World pays tribute to sitar maestro Ravi Shankar
Sitar maestro Ravi Shankar, described by Indian Prime Minister Manmohan Singh as a "national treasure", who bridged the gap between the East and the west in the world of music died in a US hospital. He was 92.
The end came just a few days after a heart valve replacement surgery. He had been admitted to the Scripps Memorial Hospital in La Jolla, San Diego, near his home after he complained of breathing difficulties.
"Shankar had suffered from upper respiratory and heart issues over the past year and underwent heart-valve replacement surgery (Dec 6). Though the surgery was successful, recovery proved too difficult for the 92-year-old musician," the Ravi Shankar Foundation said in a statement.
He breathed his last at 4.30 p.m. Pacific Time Tuesday.
He is survived by his wife Sukanya Rajan and daughters Anoushka and Norah Jones, and three grandchildren. He also had a son, Shubhendra Shankar, from his first wife Annapurna Devi. Shubhendra died in 1992.
ukanya and Anoushka were by his side when the end came.
"As you all know, his health has been fragile for the past several years. On Thursday he underwent a surgery that could have potentially given him a new lease of life.
"Unfortunately, despite the best efforts of the surgeons and doctors, his body was not able to withstand the strain of the surgery. We were at his side when he passed away," they said in a statement.
Paying tribute to the maestro, Time magazine recalled that in 1968, its reviewer had written "that the sheen of celebrity that the musician's association with The Beatles had created was starting to fade. In hindsight, that assessment is debatable".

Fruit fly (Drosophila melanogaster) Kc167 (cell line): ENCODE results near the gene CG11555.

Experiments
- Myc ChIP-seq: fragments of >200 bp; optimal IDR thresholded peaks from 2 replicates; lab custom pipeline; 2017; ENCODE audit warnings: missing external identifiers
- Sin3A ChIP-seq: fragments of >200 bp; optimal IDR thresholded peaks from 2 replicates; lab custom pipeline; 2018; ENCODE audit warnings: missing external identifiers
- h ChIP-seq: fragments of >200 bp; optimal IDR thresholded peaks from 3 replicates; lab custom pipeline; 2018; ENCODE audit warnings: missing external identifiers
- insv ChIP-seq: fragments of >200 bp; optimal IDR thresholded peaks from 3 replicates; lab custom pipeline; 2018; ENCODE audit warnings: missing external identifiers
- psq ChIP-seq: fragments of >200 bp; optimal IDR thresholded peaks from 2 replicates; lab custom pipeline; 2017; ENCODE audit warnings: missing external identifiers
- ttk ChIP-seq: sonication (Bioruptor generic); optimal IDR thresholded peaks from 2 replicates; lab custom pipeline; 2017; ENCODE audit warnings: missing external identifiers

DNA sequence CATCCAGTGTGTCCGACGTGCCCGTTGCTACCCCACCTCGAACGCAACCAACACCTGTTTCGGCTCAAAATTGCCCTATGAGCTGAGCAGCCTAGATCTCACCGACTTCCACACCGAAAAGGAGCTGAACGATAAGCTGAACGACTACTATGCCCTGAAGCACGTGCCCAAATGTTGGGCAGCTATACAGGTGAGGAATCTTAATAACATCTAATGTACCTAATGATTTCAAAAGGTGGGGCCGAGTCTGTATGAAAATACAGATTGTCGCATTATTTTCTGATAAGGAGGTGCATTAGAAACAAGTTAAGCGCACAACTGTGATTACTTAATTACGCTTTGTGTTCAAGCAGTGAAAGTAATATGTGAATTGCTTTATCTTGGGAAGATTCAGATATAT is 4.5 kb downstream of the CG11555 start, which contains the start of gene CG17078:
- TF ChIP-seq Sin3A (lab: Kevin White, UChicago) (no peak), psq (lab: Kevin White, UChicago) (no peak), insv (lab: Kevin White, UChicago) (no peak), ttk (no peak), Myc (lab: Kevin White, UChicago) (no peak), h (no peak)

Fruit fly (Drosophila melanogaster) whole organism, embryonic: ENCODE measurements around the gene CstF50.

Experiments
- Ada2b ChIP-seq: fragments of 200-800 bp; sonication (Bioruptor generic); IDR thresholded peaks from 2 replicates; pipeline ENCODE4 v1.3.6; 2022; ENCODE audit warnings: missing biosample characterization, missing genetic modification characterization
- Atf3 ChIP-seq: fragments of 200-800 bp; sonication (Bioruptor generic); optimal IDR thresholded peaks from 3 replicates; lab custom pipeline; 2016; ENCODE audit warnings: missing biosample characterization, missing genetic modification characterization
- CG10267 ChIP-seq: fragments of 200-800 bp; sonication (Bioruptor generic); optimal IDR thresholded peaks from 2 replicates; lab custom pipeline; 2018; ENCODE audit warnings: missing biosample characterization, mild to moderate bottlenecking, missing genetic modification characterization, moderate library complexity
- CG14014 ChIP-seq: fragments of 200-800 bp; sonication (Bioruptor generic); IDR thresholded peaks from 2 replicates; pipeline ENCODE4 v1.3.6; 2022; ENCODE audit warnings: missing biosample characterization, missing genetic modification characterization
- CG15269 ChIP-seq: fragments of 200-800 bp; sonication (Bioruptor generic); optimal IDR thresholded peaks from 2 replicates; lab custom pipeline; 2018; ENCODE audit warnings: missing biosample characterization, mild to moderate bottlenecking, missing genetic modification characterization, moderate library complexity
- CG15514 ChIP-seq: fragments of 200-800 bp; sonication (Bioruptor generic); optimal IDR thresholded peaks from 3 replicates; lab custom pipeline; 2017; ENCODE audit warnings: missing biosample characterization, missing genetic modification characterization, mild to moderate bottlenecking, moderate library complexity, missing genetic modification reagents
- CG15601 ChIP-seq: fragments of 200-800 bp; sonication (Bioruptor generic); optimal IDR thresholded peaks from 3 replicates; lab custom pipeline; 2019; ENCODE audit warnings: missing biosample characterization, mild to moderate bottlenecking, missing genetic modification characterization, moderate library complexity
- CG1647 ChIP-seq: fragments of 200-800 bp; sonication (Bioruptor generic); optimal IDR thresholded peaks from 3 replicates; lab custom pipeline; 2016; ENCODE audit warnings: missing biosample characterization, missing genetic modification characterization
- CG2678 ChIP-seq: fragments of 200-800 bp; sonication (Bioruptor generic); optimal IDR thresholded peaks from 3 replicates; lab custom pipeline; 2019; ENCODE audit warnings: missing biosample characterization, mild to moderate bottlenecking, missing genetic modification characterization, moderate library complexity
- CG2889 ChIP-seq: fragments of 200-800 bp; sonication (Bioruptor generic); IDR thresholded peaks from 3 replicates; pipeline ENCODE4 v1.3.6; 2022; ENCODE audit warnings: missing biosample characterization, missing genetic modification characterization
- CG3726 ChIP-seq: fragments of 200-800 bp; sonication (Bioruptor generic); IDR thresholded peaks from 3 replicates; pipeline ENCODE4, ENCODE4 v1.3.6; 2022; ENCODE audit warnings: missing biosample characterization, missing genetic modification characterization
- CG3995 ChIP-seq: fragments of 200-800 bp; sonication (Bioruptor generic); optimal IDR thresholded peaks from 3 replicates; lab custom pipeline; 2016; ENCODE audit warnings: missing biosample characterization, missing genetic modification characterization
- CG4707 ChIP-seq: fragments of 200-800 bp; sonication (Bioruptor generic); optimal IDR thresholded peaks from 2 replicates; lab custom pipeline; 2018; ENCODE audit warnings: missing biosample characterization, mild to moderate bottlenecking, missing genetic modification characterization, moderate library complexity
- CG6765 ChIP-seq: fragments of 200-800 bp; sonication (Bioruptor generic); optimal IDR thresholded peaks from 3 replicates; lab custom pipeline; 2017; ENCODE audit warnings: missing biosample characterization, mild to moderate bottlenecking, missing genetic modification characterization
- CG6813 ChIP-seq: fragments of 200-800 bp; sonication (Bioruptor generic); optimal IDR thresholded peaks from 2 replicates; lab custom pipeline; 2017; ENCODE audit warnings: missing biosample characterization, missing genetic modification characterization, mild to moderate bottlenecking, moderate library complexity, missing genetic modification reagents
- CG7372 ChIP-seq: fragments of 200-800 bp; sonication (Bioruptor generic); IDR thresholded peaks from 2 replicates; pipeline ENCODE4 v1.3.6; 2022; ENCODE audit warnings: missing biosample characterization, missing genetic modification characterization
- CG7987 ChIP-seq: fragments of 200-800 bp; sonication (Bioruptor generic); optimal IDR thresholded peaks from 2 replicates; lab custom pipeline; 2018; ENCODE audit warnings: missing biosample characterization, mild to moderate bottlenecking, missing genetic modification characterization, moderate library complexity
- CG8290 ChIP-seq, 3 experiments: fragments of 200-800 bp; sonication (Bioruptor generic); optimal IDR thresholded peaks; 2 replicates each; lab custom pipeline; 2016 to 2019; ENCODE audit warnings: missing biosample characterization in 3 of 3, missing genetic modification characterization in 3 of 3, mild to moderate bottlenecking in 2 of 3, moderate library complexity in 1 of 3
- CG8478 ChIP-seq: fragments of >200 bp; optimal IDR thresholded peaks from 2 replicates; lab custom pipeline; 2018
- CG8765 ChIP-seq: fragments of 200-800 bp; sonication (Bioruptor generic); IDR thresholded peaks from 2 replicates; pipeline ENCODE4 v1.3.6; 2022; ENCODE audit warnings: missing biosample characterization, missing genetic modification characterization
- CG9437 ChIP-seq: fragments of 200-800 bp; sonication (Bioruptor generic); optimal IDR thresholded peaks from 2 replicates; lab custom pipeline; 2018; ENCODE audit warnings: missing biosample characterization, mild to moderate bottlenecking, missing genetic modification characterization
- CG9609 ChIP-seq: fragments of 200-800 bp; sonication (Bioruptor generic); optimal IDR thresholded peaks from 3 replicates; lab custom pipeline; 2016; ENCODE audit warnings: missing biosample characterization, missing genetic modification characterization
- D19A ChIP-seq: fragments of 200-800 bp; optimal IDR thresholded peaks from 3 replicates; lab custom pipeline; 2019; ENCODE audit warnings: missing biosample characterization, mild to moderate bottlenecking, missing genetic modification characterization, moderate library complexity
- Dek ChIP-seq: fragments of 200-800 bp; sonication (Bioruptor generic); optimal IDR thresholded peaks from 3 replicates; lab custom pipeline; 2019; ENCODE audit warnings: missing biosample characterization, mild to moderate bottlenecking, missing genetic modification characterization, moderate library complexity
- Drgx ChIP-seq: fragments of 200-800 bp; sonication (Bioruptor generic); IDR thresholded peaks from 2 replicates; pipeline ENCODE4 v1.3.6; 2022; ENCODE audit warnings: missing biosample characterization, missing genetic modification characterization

"More than forty years later, Ravi Shankar is still one of the most powerful and lasting influences in music today."
The influential New York Times, in a front page story, said the Indian sitarist and composer's "collaborations with Western classical musicians as well as rock stars helped foster a worldwide appreciation of India's traditional music".
"Shankar, a soft-spoken, eloquent man whose performance style embodied a virtuosity that transcended musical languages was trained in both Eastern and Western musical traditions," it said.
"Although Western audiences were often mystified by the odd sounds and shapes of the instruments when he began touring in Europe and the United States in the early 1950s, Mr. Shankar and his ensemble gradually built a large following for Indian music," the Times said.
The Washington Post said the Grammy Award-winning Indian sitar virtuoso had become "the world's leading representative of South Asian music, exerted a major influence on popular music in the 1960s."
"One reason Mr. Shankar's music had such influence over audiences and musicians was the otherworldly quality of its tones and rhythms; the sitar produces more tones than a guitar and is based on a different theory of music," it said.
"His music transcended trends and cultural barriers," CNN said.
"The legendary sitar player's classical career outlived his counterculture fame, but he continued to meld East with West and composed concertos, which harmonized his sitar with orchestras."
(Arun Kumar can be contacted at firstname.lastname@example.org)